The basics of creating science fiction stories revolve around addressing a modern day scientific aspect, then asking the ever popular ‘what if..?’. There are two different approaches to this query: prediction or speculation.


Prediction is when fiction is created by extrapolation. By taking what is currently known to science, the author then guesses as to how it will change over time. This can focus on anything from various technologies, to social trends or even climate changes. When trying to predict the evolution of a science, event or practice, look for documentation on a similar situation from the past, as it could help extrapolate results. For example, for writing a story about aliens colonising on earth, maybe read books on how the Europeans colonized America.


Speculation is when an author adds elements based on theories or concepts that have no firm evidence of their probability or their existence. Intelligent alien life, faster than light travel or teleportation are classic examples of speculation in science fiction. Researching for this approach can be tricky, as it requires some level of ingenuity. For example, no clear documentation exists on intelligent alien lifeforms, so for creating an imaginary race from scratch, research other lifeforms that are documented and have uncommon attributes; natural camouflage, regenerative abilities, extra limbs, etc.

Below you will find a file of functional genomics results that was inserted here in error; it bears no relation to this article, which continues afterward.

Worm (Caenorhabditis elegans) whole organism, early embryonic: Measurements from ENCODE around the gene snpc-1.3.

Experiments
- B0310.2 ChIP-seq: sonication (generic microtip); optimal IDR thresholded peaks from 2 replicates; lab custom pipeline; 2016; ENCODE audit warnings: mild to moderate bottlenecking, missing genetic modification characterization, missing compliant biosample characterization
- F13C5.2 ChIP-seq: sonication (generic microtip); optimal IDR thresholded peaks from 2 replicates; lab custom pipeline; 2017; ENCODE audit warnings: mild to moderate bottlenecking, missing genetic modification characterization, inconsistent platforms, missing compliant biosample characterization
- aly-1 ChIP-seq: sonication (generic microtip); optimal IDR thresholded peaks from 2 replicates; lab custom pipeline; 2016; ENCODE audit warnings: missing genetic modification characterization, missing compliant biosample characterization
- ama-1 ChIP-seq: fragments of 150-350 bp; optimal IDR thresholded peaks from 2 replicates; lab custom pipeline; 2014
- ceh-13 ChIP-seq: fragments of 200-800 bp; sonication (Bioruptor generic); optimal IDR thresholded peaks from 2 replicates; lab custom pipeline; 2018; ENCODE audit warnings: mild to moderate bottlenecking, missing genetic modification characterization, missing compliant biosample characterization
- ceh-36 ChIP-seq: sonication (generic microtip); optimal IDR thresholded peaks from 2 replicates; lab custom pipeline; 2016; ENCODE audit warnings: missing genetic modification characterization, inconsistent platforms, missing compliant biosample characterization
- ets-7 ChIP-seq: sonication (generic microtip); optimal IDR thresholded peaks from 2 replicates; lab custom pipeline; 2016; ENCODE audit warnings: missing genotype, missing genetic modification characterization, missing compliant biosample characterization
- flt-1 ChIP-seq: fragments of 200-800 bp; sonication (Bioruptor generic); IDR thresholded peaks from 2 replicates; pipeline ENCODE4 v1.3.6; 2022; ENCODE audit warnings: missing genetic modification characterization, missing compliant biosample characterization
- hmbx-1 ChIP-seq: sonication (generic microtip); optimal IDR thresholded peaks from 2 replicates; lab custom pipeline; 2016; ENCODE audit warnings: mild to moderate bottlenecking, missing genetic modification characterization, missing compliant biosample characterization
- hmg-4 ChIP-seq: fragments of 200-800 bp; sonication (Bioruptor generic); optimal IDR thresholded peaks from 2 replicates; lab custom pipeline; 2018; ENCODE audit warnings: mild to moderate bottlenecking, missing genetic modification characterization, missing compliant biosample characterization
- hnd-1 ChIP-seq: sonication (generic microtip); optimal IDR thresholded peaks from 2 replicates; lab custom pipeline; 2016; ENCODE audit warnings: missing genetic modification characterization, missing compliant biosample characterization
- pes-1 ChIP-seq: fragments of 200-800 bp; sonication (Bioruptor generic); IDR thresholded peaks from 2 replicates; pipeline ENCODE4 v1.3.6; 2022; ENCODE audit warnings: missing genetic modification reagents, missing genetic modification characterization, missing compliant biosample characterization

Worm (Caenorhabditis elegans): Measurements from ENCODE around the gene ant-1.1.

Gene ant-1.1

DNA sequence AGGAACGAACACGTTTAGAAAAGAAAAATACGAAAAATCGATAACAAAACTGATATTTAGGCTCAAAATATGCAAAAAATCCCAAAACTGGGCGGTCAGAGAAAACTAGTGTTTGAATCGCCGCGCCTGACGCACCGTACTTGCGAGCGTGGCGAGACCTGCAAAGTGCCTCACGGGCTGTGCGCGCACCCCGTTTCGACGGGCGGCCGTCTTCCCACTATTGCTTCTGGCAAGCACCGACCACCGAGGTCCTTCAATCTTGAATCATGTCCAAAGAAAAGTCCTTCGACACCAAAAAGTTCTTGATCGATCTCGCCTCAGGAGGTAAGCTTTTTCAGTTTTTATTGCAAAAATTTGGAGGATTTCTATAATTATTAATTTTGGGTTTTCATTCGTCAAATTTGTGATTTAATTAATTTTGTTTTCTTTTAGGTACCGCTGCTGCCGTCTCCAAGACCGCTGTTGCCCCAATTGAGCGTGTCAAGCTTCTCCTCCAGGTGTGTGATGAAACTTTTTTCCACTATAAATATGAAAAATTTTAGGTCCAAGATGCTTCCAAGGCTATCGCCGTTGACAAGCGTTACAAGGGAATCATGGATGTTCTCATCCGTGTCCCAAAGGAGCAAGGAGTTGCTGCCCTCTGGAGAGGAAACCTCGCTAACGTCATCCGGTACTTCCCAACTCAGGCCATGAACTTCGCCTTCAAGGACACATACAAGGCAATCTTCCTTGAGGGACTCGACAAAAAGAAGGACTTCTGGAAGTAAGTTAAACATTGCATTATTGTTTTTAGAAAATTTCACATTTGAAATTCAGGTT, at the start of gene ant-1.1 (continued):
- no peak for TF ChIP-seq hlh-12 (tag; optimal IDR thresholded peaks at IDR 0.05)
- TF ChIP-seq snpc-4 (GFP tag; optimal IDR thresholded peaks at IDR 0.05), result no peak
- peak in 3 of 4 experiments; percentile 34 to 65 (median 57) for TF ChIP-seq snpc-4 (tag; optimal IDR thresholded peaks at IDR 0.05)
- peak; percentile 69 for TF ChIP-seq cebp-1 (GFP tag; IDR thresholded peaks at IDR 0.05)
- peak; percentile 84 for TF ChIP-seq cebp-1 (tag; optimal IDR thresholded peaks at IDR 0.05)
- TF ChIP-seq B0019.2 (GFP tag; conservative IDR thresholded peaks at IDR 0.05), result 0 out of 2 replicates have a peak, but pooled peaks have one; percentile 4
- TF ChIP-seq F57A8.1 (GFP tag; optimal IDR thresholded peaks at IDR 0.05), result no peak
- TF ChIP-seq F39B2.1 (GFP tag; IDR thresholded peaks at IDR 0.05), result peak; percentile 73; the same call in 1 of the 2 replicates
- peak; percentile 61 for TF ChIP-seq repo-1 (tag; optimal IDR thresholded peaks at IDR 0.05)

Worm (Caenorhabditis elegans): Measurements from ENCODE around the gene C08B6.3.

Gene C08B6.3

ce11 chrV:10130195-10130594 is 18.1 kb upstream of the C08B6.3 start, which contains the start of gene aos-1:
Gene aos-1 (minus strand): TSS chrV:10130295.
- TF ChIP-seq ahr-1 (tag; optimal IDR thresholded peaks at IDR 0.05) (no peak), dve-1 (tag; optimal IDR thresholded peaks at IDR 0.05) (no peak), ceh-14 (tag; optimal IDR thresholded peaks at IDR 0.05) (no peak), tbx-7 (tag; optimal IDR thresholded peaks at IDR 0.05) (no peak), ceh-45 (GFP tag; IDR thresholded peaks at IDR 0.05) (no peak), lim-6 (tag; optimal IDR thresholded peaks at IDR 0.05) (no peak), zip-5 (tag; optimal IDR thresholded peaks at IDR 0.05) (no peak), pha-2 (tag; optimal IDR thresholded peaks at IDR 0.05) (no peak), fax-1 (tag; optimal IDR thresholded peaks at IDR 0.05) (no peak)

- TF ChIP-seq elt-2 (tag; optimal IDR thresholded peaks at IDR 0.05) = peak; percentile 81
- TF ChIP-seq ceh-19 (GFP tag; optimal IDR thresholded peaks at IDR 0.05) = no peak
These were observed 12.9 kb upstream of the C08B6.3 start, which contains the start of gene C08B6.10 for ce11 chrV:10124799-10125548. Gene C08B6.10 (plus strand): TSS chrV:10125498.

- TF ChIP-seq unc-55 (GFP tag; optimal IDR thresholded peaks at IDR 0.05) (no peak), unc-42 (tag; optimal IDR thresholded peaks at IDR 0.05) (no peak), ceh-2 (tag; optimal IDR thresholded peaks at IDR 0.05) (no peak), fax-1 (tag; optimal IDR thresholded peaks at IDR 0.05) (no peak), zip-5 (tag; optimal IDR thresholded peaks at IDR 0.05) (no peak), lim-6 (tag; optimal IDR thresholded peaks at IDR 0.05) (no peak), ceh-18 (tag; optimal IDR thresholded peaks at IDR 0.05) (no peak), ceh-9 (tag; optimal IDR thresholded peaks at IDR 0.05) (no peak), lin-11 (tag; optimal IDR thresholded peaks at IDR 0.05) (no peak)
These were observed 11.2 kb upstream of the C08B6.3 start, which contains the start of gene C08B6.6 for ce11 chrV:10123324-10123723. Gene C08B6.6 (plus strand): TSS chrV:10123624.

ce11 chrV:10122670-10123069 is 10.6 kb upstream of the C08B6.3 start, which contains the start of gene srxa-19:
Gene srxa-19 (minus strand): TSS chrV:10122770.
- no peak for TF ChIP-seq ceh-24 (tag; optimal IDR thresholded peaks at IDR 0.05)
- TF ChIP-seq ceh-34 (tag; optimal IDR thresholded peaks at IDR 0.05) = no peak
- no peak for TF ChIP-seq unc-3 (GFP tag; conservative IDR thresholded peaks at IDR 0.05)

Here are a few popular examples for ideas using these approaches:
  • What if artificial intelligence became sentient?
  • What if intelligent alien life landed on earth?
  • What if social media eliminated all need for physical interaction?
  • What if pollution caused an unforeseen global natural disaster?
  • What if dinosaurs still existed?


RULE 3: PUSH
Once you have your central idea, it’s time to ignore the limitations of modern day science and push said idea past any known boundaries, achieving the characteristic feel of Sci-Fi. Imagine how your concept would impact your society and setting, and what changes occur because of them say five, ten, even a hundred years down the road.


The challenge with science fiction, however, is to keep the science plausible, and not push it so far as it becomes unrealistic (even by fiction standards). It is best to keep your ideas clear and straightforward. Of course stories often contain several plots and themes unfolding simultaneously, so try to link most details from the setting or characters back to your central idea, this will help minimize inconsistencies and long winded explanations (also known as the dreaded ‘’infodumps’’).


In closing, the most important thing I learned today, is that science fiction requires the writer to look at things differently, to think outside the box and not to be afraid to push the limits. Research is also very important, as it will make your stories more compelling.


Until next time!


Cheers,


Patrick Osborne

Image result for public domain science fictionImage result for public domain science fictionImage result for public domain science fictionImage result for public domain science fictionImage result for public domain science fictionImage result for public domain science fictionImage result for public domain science fictionImage result for public domain science fiction**All images in this post are considered public domain under the Creative Commons law (CC0)**